Bob Gough, secretary of the Intertribal Council on Utility Policy (Intertribal COUP), agrees about the more limited job opportunities of utility-scale projects. “There’s a flurry of construction; that’s where the jobs are,” he said. “There aren’t necessarily a lot of direct jobs once the system is up.” That’s why Intertribal COUP is moving focus more to job creation through sustainable building.
In 2003 the U.S. Commission on Civil Rights estimated that 200,000 houses were needed immediately in Indian country. According to Gough, the median age on reservations is under 20. “We have Third World demographics, we know that in 20 years half the reservation population will move from underage to adults,” Gough told RMI. “What are these young people going to need? Jobs and homes.”
There is also a large problem with houses on reservations being infected with black mold, many of which need to be burned down and rebuilt, which makes for a huge housing crisis. To confront these issues, Intertribal COUP and others have been training Native Americans to build high-performance straw bale homes.
Straw bale houses are extremely energy efficient and can be built with local natural materials. “We have a large housing crisis that could be a large home-building opportunity,” said Gough. “Finding a way to employ people by building quality high-performance homes not only serves the housing need, but also deals with the poverty, unemployment, and health issues that the Native community faces.”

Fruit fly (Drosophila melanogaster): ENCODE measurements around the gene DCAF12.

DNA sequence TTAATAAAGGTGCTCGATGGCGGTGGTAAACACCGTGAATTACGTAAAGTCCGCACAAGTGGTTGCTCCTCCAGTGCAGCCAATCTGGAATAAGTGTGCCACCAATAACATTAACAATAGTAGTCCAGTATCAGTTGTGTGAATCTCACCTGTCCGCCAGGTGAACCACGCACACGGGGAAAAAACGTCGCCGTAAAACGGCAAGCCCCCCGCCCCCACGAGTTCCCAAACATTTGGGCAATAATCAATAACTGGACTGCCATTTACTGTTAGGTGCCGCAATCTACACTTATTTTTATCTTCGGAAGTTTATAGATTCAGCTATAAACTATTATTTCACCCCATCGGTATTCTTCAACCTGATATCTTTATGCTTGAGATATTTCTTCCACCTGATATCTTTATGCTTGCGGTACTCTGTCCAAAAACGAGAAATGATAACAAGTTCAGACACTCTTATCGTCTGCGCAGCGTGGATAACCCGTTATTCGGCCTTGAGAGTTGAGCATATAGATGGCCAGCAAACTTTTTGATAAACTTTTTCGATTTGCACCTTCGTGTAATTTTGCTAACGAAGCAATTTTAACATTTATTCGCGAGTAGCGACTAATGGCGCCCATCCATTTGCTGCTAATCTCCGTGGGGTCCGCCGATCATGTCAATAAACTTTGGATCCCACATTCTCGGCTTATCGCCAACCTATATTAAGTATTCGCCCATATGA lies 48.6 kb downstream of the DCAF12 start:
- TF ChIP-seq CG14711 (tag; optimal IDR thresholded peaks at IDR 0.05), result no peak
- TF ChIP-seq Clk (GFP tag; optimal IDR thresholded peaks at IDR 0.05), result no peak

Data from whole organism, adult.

One of COUP’s latest projects is to develop training for returning Native veterans to do “nation building at home,” getting them re-engaged and re-socialized in the community through building homes with natural materials. While it’s easy to train people in straw bale construction, there are currently no local straw bale construction companies to hire them. So COUP’s goal is not only workforce training, but also encouraging Native-owned construction companies on the reservations to include such natural building technologies.
And there’s another plus for building high-performance homes—an efficient home is much easier to power with community-based renewable energy. “Tribes have a great opportunity to really make a difference,” Gough told the Friends Committee on National Legislation. “Tribes can programmatically address their housing needs and address their unemployment needs and at the same time address their energy needs… If we could meet the present need for new homes and replace a good deal of the existing Indian housing in the next 20 or 30 years with energy-efficient homes, these reservations would hum as models, as islands of sustainability, as shining stars of passive and efficient survivability.”
Henry Red Cloud also believes that tribes can live sustainably through renewable energy. Red Cloud, the direct fifth-generation descendent of Chief Red Cloud, one of the last Lakota war chiefs, says, “I see myself as a twenty-first century Lakota Warrior, bringing social justice and economic development to Native American communities through renewable energy…This is a new way to honor the old way."
Image courtesy of Trees, Water, and People